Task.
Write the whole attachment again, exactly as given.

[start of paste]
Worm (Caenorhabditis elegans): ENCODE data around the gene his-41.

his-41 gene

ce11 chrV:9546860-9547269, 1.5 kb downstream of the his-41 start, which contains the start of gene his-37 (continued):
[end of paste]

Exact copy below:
Worm (Caenorhabditis elegans): ENCODE data around the gene his-41.

his-41 gene

ce11 chrV:9546860-9547269, 1.5 kb downstream of the his-41 start, which contains the start of gene his-37 (continued):